Wednesday, May 8, 2019

Runebinder (The Runebinder Chronicles #1) by Alex R Kahler

I picked up a copy of Runebinder by Alex R Kahler on the say-so of a friend, and I will happily agree with him that the book packs a lot of punch. Not once did Alex allow me to get too comfortable – so there was always that tension of 'oh goodness, it can't get worse, can it?'

In Tenn's world, the magic came back, and there are those who are gifted with control of the different spheres of earth, air, fire and water, and there are those who're normal. And everything would have been fine in the world (or relatively so) if the ominously entitled Dark Lady hadn't risen with her minions, to destroy everything and reshape it to suit their needs, warping humans into howls, bloodlings and Kin. (So, think, basically if you're unlucky to run across Kin, you'll be turned into a mindless zombie or vampire.)

Tenn and his friends are tasked with protecting the remaining human communities from the unrelenting onslaught, and it's clear their side is losing ground rapidly. To add to Tenn's woes, his chosen sphere of water has a mind of its own, to devastating effect, which has drawn interest from exactly the kind of people he's fighting.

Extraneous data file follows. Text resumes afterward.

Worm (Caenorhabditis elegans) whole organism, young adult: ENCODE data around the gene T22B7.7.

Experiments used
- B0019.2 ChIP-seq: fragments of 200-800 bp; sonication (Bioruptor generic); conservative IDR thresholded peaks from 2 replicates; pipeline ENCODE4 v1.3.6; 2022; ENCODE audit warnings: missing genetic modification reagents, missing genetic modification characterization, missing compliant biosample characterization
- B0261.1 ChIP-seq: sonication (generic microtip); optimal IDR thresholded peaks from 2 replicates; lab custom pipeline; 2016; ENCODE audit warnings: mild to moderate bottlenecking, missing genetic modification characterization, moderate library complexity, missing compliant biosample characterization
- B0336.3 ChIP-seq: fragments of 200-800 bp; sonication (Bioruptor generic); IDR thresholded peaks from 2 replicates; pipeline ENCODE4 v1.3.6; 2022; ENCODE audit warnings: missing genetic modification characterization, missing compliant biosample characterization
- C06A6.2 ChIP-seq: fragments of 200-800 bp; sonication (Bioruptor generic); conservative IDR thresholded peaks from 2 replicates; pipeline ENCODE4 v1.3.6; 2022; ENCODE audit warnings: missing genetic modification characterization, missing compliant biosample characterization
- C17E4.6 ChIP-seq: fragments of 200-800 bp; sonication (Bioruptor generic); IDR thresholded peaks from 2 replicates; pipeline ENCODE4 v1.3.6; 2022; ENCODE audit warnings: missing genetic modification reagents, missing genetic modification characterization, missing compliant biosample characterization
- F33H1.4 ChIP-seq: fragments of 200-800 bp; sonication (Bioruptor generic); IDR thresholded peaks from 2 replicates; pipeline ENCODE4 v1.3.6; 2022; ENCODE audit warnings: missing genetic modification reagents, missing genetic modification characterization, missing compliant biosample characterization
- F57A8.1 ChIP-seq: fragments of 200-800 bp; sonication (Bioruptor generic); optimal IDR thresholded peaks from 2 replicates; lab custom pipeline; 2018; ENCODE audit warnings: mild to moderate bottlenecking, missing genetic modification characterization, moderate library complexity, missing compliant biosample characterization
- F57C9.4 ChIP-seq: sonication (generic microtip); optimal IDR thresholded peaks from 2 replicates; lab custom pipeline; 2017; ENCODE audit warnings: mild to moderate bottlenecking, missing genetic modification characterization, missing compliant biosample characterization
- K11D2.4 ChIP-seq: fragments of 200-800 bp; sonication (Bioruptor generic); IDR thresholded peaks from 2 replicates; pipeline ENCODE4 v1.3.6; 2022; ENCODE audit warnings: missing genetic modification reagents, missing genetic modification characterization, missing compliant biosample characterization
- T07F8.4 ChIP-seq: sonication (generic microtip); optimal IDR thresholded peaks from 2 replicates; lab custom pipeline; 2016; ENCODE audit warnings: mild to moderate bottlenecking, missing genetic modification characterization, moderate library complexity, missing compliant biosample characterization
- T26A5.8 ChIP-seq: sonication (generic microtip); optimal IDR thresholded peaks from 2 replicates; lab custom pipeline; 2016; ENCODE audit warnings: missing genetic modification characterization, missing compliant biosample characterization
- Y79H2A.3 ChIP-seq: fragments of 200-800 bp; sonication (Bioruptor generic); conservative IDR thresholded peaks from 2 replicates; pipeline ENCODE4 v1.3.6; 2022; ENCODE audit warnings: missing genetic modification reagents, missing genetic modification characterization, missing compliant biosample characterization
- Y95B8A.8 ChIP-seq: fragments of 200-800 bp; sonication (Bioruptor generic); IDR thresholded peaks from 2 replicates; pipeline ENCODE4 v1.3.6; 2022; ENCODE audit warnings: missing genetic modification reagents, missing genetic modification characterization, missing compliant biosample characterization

First off, kudos to Alex for realising a compelling setting. The divisions were a little too clear-cut light/dark for my tastes, but hey, that's me. I have a thing for morally ambiguous characters. His post-apocalyptic USA makes you realise exactly how dismal things can become should society's wheels come off. (Think The Walking Dead, but with necromancers and more.) He sets a pace that keeps characters on their feet, and lends a sense of urgency as Tenn and his companions forge ahead.

That being said, I did feel that the characters could have been been a little more fleshed out, and Tenn's head-over-heels falling for Jarrett came across incredibly fast and intense. However, with such an uncertain world in which Tenn lives, I can't blame him for giving into the attraction as rapidly as he did. Occasionally some of the transitions in sequences were jarring—the writing too fast—but this wasn't a dealbreaker. What Alex does do well is his action sequences, which kept me pretty much on the edge of my seat. Tenn spends much of his time at the start of the book crippled by self-doubt, which at times was laid on a bit thickly, but it's good to see Tenn come into his own once he realises that the only option he has is to push forward and master his powers before others master him.

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